Science in Society Archive
Dream Farm

ISIS Report 10/01/06

Prof. George Chan, environmental engineer and creator of dozens of highly productive zero-emission farms to eradicate poverty in developing countries.

How to turn "wastes" into energy and resources for local self-sufficiency. Get set for a post fossil fuel economy!

Are such farms the answer for feeding the developed world now faced with a looming energy crisis and the need to reduce greenhouse gas emissions to mitigate global warming?

Also speaking:
Jenny Jones London Assembly member, Chair of London Food, responsible for government's Sustainable Food and Farming Stratefy for London
Martin Khor, Director of Third World Network
Eur. Ing. Kenneth Spelman, planner/designer of sustainable development
Julian Oram Policy Analyst of ActionAid
Dr. Lois Philipps, Senior Researcher of Elm Farm Research Centre
Dan Keech, of Sustain and London Hub
Dr. Mae-Wan Ho, Director of Institute of Science in Society & Sustainable World Initiative

Participation strictly limited, a few places left.

Please e-mail your details (name, title, affiliation if any, qualifications) to or telephone 020-7272-5636

sustainable world logoThe workshop will start at 9:30h Saturday 21 January and end after lunch at 14:00h Sunday 22 January 2006. The Venue is The Kindersley Centre, set at the heart of award-winning Sheepdrove Organic Farm (Warren Farm, Lambourn, Berkshire RG17 7UU, UK). The conference facility is housed within a beautiful, eco-friendly building, surrounded by fields and woodlands, with spectacular views across rolling downland. The cost of the weekend is about £130 per person, which includes organic meals and drinks (Saturday lunch and dinner and Sundy lunch). If required, an overnight stay at a nearby hotel will cost an additional £35-£50.

How to find the Kindersley Center: The Kindersley Centre can be reached by car or by rail plus a taxi ride. The nearest British Rail Stations are Hungerford, Didcot and Newbury.

For detailed directions to the Kindersley centre please follow this link: or directions provided by

Dream Farm Sponsors

Article first published 05/10/09

Got something to say about this page? Comment

Comment on this article

Comments may be published. All comments are moderated. Name and email details are required.

Email address:
Your comments:
Anti spam question:
How many legs does a duck have?

There are 4 comments on this article so far. Add your comment above.

Liz Chafer Comment left 5th October 2009 21:09:16
All the wind turbines installed in Germany have had little impact on Co2 emissions in that country due to the intermittency of wind . The same is the case for Denmark cf. the CEPOS report sept 2009 In many countries including USA Canada France and the UK there is immense pressure to install industrial wind turbines often within a mile of houses affecting the health of those living in the vicinity. Even where I live the load factor will only be 15% but lack of wind doesn't seem to present a problem to the wind industry promoters. Intermittency is a serious problem until there is a means of stocking the energy produced.There are other forms of renewable energy that should be developed in preference to that of wind - wave power for example.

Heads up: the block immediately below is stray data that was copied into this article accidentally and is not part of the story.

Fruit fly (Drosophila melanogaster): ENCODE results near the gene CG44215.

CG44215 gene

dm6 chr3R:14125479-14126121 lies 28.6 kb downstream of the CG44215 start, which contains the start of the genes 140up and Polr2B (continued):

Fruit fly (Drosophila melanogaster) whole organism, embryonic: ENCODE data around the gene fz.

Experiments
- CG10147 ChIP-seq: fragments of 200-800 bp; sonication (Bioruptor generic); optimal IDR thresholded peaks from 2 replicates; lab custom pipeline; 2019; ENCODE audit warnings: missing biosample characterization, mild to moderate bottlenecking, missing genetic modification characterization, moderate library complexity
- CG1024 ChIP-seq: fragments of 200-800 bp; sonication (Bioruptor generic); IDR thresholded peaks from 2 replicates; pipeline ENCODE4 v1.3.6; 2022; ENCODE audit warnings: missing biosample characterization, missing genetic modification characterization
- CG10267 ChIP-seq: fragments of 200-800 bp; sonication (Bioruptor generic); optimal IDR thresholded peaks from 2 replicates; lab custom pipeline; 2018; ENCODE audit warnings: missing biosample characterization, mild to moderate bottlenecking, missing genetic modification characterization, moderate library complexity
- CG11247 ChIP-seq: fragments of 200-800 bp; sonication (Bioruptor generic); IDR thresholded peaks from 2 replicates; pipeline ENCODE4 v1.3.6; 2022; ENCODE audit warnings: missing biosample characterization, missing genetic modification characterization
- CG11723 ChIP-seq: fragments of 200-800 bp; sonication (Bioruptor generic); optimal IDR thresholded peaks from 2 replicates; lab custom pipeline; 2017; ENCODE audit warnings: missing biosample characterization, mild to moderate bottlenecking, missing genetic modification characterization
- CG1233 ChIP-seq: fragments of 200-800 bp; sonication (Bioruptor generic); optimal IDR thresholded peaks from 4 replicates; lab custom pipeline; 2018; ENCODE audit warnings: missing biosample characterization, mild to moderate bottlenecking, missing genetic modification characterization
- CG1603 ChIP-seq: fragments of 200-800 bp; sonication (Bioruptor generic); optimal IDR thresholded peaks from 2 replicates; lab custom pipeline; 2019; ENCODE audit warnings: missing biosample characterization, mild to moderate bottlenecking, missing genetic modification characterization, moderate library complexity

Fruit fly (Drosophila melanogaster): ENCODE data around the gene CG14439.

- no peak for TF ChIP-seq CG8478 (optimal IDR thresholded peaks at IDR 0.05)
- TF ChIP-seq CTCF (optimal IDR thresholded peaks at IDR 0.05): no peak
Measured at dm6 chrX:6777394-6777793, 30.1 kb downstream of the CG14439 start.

Mark Russell Comment left 23rd October 2009 17:05:38
Those are big, sweeping statements about nuclear ... "the nuclear black hole in terms of cost, safety and sustainability." All (except maybe sustainability in the grand scheme) are nothing more than populist fears, and not based on fact or reality. Wind power is positively medival by comparison no matter how you dress it up. Once the planet is out of all other forms of energy wind power may make sense (and by implication it is last on my list of desirable technologies). By that time the place will look like "planet of the apes" anyway so wind power will fit right in.

Mae-Wan Ho Comment left 22nd October 2009 21:09:49
All you people against wind and pro-nuclear really want to come down to earth and look at the nuclear black hole in terms of cost, safety and unsustainability. We are not for big wind farms. Cheap affordable small wind turbines are here! Read our complete report and get a full picture. Join the dots and join the future.

Mark Russell Comment left 22nd October 2009 21:09:18
Once the "storage solution" is worked out, why would you fill that storage with energy produced by industrial wind turbines when you could fill it with energy produced by nuclear power at a fraction of the cost, and without the massive eyesore that are wind farms? A storage solution notwithstanding, the cost of wind power in general will cause countries that have committed to wind power losing almost all of their manufacturing base to countries that can supply cheap, reliable energy, whether clean or dirty (manufacturers don't really care).

© 1999 - 2019